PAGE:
Tanzania is set to proceed with the long-stalled expansion of the Dar es Salaam port, after securing funding from the World Bank.
Two years after breaking ground, the project has been in doubt until recently, when the Bretton Woods institution approved a $305-million loan for the project.
The loan forms part of the $600-million required for the whole project, with the balance expected from the Tanzania government, the UK’s Department for International Development (DfID) and TradeMark East Africa (TMEA).
The Tanzania government will provide $100-million, while the DfID is expected to provide a $136-million grant, and TMEA $60-million. TMEA, a nonprofit consultancy, is also overseeing the implementation of the project.
“The World Bank has agreed to give Tanzania loans for various development projects, including a credit of $305-million for an expansion project at the Dar es Salaam port," says Finance and Planning Minister Philip Mpango.
The funding enables Tanzania to embark on implementation of the project which aims to not only reduce congestion and inefficiencies but also transform the port of Dar es Salaam into the preferred gateway to the East African region by 2020.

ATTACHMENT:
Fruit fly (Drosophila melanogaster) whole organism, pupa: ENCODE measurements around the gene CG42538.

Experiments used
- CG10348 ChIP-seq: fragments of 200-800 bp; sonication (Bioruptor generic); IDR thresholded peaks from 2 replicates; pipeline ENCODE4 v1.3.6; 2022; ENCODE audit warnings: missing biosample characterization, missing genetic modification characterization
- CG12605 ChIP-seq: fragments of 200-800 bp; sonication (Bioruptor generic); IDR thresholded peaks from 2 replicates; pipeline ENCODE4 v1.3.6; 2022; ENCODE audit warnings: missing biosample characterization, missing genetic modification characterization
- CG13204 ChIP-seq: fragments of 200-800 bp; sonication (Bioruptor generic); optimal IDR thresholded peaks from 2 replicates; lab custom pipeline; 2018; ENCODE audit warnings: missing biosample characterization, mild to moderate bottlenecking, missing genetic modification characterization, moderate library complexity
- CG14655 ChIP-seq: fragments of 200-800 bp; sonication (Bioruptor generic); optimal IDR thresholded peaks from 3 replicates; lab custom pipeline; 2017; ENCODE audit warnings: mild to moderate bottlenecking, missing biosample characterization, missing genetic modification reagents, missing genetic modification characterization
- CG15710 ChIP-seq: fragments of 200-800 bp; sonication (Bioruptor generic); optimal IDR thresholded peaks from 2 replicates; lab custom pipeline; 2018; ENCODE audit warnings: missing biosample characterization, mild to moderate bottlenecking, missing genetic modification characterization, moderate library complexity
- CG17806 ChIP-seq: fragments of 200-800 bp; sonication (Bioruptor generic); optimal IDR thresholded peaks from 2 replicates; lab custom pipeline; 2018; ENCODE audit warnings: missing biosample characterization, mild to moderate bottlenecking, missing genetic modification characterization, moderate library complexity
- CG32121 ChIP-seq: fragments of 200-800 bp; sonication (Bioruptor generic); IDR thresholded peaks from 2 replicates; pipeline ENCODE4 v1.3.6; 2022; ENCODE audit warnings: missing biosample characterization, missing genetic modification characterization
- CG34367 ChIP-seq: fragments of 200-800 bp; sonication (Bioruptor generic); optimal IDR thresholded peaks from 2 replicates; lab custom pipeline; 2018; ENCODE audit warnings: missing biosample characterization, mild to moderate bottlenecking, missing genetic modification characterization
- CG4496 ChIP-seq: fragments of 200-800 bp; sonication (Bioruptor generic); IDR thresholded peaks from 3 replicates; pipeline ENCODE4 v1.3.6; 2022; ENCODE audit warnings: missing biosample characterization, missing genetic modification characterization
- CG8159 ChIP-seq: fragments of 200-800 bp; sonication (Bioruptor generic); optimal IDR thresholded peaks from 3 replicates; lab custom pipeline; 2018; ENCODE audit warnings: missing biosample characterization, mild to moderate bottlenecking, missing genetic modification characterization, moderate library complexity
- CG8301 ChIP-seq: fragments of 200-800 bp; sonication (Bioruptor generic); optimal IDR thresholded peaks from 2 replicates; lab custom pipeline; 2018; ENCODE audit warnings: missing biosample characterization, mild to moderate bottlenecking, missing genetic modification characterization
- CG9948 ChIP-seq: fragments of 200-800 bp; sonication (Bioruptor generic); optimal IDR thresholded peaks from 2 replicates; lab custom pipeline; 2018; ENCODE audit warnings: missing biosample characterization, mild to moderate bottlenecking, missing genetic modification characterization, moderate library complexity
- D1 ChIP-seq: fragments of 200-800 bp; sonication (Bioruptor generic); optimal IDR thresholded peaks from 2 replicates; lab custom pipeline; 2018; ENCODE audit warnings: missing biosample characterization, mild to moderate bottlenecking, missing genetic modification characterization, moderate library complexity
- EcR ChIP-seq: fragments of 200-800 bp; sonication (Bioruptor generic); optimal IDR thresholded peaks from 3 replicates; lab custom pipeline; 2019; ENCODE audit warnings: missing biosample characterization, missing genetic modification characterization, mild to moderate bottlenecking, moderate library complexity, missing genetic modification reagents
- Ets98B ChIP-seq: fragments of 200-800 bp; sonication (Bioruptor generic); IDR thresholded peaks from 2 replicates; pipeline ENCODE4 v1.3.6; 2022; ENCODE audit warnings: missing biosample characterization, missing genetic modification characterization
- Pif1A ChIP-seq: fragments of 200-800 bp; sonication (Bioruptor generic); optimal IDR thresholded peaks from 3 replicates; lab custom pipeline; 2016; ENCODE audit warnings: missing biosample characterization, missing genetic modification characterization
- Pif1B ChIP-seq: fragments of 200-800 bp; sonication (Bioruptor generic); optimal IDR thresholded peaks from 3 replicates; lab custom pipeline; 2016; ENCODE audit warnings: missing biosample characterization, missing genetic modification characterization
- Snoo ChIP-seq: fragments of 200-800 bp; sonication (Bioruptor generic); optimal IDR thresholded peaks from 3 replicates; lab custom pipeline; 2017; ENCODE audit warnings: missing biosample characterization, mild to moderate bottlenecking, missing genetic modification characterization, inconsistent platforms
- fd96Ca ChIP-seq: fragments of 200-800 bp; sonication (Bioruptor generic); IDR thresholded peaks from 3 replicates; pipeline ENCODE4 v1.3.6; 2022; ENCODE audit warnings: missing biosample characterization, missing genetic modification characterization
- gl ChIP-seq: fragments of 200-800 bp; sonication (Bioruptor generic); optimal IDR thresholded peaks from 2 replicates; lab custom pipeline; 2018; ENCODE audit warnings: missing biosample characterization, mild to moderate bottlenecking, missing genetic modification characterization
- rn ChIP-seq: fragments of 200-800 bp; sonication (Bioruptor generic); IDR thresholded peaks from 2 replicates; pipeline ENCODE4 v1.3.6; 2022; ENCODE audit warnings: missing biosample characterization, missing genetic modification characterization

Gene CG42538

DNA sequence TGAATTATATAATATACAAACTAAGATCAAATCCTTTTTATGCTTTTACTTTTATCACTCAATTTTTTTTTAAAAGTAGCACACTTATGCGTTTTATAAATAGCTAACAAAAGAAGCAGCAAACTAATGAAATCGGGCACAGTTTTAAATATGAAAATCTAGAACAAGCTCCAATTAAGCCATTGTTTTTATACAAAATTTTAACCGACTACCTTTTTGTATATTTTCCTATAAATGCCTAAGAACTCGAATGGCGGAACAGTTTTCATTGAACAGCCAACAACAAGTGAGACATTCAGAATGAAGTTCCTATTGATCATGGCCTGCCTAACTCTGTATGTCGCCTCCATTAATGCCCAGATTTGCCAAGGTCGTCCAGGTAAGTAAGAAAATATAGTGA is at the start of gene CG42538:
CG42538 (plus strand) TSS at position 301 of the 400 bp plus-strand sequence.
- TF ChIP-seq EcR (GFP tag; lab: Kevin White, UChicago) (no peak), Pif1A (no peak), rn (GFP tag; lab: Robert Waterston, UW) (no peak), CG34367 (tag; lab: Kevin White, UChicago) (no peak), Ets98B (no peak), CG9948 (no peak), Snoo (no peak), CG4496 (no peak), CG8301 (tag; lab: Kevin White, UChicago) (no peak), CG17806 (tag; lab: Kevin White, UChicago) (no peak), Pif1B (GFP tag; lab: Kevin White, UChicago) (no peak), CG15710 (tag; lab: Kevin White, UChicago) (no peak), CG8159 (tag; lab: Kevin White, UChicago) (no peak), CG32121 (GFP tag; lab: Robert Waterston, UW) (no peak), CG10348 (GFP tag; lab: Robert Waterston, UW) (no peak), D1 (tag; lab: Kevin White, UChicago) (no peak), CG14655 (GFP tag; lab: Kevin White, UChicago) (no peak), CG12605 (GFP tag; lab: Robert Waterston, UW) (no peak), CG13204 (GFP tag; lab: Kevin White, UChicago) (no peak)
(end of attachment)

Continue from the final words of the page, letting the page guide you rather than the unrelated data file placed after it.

The expansion project will increase the port’s capacity from 15-million tons currently to 28-million tons by 2020 and 34-million tons by 2025.
Modernising and expanding the port will enable it to accommodate large vessels and reduce ships’ dwell time from the current nine to ten days to just five days by 2020.
By expanding the port, Tanzania wants to compete with the port of Mombasa, in neighbouring Kenya, in serving the landlocked countries of Rwanda, Burundi and Uganda, as well as the eastern region of the Democratic Republic of Congo. The port is also aiming to secure more business from Zambia and Malawi.
According to the World Bank, increasing efficiencies at the Dar es Salaam port will see the Tanzanian economy gain almost $1.8-billion a year.